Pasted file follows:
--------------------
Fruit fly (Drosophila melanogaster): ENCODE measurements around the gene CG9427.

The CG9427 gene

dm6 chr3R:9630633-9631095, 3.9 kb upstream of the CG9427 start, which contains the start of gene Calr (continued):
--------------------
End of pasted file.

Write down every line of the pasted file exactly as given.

Fruit fly (Drosophila melanogaster): ENCODE measurements around the gene CG9427.

The CG9427 gene

dm6 chr3R:9630633-9631095, 3.9 kb upstream of the CG9427 start, which contains the start of gene Calr (continued):